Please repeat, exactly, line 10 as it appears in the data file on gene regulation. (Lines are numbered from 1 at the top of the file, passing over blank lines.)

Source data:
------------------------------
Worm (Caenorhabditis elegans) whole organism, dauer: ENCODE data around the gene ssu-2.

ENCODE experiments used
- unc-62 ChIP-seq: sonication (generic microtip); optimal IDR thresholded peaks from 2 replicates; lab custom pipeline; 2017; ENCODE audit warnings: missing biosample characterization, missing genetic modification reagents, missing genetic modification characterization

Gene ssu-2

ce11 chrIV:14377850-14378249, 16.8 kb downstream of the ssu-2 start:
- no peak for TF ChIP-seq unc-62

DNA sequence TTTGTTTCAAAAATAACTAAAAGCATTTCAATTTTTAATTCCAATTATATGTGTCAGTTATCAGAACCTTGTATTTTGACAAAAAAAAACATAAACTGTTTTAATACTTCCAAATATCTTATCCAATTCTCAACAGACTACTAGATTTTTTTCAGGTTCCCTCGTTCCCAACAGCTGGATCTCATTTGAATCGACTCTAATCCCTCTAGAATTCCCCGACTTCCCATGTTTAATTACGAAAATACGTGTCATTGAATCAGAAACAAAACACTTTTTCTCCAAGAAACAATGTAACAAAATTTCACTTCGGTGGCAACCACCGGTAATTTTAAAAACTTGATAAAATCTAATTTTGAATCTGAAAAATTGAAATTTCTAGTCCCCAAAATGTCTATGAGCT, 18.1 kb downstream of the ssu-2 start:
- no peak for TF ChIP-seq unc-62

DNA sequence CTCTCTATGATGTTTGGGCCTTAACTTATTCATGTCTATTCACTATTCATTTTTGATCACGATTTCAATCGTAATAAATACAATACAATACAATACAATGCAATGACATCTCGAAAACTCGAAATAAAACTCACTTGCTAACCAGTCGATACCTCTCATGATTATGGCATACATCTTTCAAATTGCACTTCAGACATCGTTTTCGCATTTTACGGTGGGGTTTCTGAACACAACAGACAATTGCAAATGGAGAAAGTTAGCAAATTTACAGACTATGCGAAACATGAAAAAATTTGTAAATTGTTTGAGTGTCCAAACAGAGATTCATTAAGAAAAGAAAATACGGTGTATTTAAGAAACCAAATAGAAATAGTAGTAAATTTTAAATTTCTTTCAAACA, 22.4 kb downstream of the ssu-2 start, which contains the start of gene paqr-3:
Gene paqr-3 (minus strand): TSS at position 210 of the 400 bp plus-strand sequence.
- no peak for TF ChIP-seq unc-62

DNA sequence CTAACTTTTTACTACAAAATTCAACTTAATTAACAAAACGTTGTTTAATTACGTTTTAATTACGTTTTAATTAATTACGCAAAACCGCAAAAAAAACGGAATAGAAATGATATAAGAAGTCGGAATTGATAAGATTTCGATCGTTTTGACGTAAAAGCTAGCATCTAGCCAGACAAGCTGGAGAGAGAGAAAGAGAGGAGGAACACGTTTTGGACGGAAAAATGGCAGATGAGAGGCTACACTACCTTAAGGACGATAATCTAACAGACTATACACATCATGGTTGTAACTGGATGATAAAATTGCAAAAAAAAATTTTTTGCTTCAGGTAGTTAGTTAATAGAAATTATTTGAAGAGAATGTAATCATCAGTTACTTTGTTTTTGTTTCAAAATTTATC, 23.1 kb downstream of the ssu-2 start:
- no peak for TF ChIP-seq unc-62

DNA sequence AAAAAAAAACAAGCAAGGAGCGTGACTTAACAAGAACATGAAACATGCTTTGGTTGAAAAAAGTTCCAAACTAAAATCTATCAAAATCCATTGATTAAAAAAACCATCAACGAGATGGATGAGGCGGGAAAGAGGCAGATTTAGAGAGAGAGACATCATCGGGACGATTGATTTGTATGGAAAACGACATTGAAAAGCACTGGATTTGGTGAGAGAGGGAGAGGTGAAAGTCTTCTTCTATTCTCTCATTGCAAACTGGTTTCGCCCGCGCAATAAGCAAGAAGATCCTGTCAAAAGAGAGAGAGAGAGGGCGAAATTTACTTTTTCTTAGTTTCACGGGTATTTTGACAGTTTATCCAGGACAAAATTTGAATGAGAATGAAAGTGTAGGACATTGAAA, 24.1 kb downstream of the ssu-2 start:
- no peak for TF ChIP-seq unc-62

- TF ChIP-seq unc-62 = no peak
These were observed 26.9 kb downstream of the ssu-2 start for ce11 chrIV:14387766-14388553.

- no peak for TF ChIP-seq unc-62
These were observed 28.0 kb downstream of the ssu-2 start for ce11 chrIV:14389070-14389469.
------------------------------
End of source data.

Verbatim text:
Gene paqr-3 (minus strand): TSS at position 210 of the 400 bp plus-strand sequence.